3 research outputs found

    Message Journal, Issue 5: COVID-19 SPECIAL ISSUE Capturing visual insights, thoughts and reflections on 2020/21 and beyond...

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    If there is a theme running through the Message Covid-19 special issue, it is one of caring. Of our own and others’ resilience and wellbeing, of friendship and community, of students, practitioners and their futures, of social justice, equality and of doing the right thing. The veins of designing with care run through the edition, wide and deep. It captures, not designers as heroes, but those with humble views, exposing the need to understand a diversity of perspectives when trying to comprehend the complexity that Covid-19 continues to generate. As graphic designers, illustrators and visual communicators, contributors have created, documented, written, visualised, reflected, shared, connected and co-created, designed for good causes and re-defined what it is to be a student, an academic and a designer during the pandemic. This poignant period in time has driven us, through isolation, towards new rules of living, and new ways of working; to see and map the world in a different light. A light that is uncertain, disjointed, and constantly being redefined. This Message issue captures responses from the graphic communication design community in their raw state, to allow contributors to communicate their experiences through both their written and visual voice. Thus, the reader can discern as much from the words as the design and visualisations. Through this issue a substantial number of contributions have focused on personal reflection, isolation, fear, anxiety and wellbeing, as well as reaching out to community, making connections and collaborating. This was not surprising in a world in which connection with others has often been remote, and where ‘normal’ social structures of support and care have been broken down. We also gain insight into those who are using graphic communication design to inspire and capture new ways of teaching and learning, developing themselves as designers, educators, and activists, responding to social justice and to do good; gaining greater insight into society, government actions and conspiracy. Introduction: Victoria Squire - Coping with Covid: Community, connection and collaboration: James Alexander & Carole Evans, Meg Davies, Matthew Frame, Chae Ho Lee, Alma Hoffmann, Holly K. Kaufman-Hill, Joshua Korenblat, Warren Lehrer, Christine Lhowe, Sara Nesteruk, Cat Normoyle & Jessica Teague, Kyuha Shim. - Coping with Covid: Isolation, wellbeing and hope: Sadia Abdisalam, Tom Ayling, Jessica Barness, Megan Culliford, Stephanie Cunningham, Sofija Gvozdeva, Hedzlynn Kamaruzzaman, Merle Karp, Erica V. P. Lewis, Kelly Salchow Macarthur, Steven McCarthy, Shelly Mayers, Elizabeth Shefrin, Angelica Sibrian, David Smart, Ane Thon Knutsen, Isobel Thomas, Darryl Westley. - Coping with Covid: Pedagogy, teaching and learning: Bernard J Canniffe, Subir Dey, Aaron Ganci, Elizabeth Herrmann, John Kilburn, Paul Nini, Emily Osborne, Gianni Sinni & Irene Sgarro, Dave Wood, Helena Gregory, Colin Raeburn & Jackie Malcolm. - Coping with Covid: Social justice, activism and doing good: Class Action Collective, Xinyi Li, Matt Soar, Junie Tang, Lisa Winstanley. - Coping with Covid: Society, control and conspiracy: Diana Bîrhală, Maria Borțoi, Patti Capaldi, Tânia A. Cardoso, Peter Gibbons, Bianca Milea, Rebecca Tegtmeyer, Danne Wo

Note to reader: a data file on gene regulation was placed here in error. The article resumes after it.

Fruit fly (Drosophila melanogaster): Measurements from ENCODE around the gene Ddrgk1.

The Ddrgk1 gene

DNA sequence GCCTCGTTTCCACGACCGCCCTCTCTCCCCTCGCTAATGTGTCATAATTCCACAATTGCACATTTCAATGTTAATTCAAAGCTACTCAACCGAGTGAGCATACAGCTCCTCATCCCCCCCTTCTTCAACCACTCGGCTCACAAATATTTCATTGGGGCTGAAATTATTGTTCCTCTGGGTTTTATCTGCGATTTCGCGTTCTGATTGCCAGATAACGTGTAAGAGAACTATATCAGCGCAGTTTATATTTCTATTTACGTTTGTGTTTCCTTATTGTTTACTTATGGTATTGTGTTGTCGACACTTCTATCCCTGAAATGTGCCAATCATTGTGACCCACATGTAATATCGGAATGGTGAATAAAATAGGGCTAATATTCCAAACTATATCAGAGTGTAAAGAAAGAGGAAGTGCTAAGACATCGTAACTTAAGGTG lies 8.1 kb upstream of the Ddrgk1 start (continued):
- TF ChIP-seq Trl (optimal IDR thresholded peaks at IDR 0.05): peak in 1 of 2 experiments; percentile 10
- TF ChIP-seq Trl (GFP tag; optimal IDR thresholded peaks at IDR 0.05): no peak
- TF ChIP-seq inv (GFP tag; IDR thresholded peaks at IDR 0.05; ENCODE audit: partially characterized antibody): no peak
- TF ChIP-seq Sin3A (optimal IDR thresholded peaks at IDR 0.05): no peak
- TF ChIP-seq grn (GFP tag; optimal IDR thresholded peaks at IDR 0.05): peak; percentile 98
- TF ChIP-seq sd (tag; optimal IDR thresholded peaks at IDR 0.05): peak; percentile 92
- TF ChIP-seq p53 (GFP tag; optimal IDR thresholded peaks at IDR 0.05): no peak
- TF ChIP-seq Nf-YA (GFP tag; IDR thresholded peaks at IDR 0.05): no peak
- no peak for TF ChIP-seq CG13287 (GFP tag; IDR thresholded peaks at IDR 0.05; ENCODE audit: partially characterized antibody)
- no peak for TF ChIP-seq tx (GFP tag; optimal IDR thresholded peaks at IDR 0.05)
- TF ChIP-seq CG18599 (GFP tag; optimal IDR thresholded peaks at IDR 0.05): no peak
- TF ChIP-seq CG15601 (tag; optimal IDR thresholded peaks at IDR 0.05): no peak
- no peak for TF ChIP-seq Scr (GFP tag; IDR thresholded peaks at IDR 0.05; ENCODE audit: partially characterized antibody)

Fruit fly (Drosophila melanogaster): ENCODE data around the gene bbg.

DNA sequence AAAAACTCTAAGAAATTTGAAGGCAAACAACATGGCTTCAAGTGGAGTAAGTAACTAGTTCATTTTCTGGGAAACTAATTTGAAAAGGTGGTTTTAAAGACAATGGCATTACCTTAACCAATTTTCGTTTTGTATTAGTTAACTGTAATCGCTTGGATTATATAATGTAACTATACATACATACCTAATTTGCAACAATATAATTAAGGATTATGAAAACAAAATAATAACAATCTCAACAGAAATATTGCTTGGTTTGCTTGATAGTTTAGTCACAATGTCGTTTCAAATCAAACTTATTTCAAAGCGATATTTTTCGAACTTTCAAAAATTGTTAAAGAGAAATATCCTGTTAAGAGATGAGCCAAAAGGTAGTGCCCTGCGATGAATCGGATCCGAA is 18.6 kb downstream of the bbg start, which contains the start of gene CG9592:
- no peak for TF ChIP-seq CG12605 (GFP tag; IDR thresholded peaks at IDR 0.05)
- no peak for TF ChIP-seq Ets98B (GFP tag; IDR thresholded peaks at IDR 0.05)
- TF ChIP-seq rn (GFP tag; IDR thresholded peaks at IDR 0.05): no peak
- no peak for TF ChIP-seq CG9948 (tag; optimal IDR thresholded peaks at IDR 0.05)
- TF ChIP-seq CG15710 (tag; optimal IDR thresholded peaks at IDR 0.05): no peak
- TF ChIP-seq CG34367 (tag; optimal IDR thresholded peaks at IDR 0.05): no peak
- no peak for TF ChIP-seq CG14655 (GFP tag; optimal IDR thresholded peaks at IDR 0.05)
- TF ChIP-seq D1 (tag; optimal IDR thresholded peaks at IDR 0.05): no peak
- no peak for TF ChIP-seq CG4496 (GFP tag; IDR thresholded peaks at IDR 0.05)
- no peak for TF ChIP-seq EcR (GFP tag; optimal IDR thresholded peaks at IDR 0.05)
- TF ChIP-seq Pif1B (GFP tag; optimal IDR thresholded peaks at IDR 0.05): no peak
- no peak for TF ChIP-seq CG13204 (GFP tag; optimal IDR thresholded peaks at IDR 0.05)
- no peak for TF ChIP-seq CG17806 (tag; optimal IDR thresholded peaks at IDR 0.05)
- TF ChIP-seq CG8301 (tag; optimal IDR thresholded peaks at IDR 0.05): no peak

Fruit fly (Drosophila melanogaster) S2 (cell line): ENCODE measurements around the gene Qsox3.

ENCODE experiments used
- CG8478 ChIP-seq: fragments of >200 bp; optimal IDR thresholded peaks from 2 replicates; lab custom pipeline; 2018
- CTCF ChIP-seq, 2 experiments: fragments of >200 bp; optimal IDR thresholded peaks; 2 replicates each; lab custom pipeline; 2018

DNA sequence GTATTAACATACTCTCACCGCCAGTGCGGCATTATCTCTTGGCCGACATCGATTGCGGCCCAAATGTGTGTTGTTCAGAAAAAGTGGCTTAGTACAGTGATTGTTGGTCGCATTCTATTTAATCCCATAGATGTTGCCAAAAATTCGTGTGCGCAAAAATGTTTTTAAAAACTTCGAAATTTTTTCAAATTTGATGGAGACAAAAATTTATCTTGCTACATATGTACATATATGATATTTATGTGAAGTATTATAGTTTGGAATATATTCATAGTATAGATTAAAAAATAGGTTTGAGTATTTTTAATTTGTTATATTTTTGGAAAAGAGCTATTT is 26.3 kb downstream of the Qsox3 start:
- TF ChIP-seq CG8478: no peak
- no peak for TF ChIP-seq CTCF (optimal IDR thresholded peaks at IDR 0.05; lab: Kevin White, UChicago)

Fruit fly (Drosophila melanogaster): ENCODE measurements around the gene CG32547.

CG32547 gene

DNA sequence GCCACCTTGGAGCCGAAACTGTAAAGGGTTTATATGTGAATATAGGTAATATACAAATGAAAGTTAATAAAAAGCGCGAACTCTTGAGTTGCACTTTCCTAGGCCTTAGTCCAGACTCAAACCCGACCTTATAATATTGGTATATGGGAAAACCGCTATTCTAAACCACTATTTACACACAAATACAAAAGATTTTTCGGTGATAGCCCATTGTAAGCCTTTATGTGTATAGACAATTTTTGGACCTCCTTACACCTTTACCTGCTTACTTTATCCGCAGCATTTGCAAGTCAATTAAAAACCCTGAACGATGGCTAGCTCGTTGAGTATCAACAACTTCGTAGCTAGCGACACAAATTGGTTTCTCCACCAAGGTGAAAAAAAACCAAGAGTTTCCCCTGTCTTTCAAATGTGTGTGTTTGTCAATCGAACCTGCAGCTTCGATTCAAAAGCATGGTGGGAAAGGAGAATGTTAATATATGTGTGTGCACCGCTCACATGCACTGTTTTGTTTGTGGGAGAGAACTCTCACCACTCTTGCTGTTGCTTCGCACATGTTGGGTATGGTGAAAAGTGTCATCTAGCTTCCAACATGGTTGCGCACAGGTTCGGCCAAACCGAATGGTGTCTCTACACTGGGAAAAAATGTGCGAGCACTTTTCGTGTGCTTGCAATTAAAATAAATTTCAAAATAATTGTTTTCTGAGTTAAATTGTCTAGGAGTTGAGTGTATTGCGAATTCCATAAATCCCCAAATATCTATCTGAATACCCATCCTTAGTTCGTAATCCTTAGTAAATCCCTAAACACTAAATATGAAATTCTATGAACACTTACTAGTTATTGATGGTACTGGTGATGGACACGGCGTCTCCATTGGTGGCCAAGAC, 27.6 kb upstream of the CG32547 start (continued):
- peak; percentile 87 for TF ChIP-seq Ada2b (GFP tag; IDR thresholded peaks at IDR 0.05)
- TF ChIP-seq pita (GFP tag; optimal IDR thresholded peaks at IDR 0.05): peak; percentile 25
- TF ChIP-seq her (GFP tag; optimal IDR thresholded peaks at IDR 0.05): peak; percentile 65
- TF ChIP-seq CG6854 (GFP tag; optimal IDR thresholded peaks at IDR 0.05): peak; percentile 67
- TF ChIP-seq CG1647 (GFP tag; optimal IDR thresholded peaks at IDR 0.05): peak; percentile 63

Patient and stakeholder engagement learnings: PREP-IT as a case study

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    Implementing stakeholder engagement to explore alternative models of consent: An example from the PREP-IT trials

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    Introduction: Cluster randomized crossover trials are often faced with a dilemma when selecting an optimal model of consent, as the traditional model of obtaining informed consent from participant's before initiating any trial related activities may not be suitable. We describe our experience of engaging patient advisors to identify an optimal model of consent for the PREP-IT trials. This paper also examines surrogate measures of success for the selected model of consent. Methods: The PREP-IT program consists of two multi-center cluster randomized crossover trials that engaged patient advisors to determine an optimal model of consent. Patient advisors and stakeholders met regularly and reached consensus on decisions related to the trial design including the model for consent. Patient advisors provided valuable insight on how key decisions on trial design and conduct would be received by participants and the impact these decisions will have. Results: Patient advisors, together with stakeholders, reviewed the pros and cons and the requirements for the traditional model of consent, deferred consent, and waiver of consent. Collectively, they agreed upon a deferred consent model, in which patients may be approached for consent after their fracture surgery and prior to data collection. The consent rate in PREP-IT is 80.7%, and 0.67% of participants have withdrawn consent for participation. Discussion: Involvement of patient advisors in the development of an optimal model of consent has been successful. Engagement of patient advisors is recommended for other large trials where the traditional model of consent may not be optimal
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